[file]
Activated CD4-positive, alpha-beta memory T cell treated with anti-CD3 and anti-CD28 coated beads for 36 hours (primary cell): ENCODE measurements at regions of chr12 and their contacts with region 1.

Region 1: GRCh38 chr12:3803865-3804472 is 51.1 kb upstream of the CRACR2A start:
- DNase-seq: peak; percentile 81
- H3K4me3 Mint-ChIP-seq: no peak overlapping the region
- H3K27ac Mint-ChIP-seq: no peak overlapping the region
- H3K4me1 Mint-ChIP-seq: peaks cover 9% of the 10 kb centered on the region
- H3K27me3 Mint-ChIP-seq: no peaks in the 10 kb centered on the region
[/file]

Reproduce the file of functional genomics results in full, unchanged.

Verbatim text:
Activated CD4-positive, alpha-beta memory T cell treated with anti-CD3 and anti-CD28 coated beads for 36 hours (primary cell): ENCODE measurements at regions of chr12 and their contacts with region 1.

Region 1: GRCh38 chr12:3803865-3804472 is 51.1 kb upstream of the CRACR2A start:
- DNase-seq: peak; percentile 81
- H3K4me3 Mint-ChIP-seq: no peak overlapping the region
- H3K27ac Mint-ChIP-seq: no peak overlapping the region
- H3K4me1 Mint-ChIP-seq: peaks cover 9% of the 10 kb centered on the region
- H3K27me3 Mint-ChIP-seq: no peaks in the 10 kb centered on the region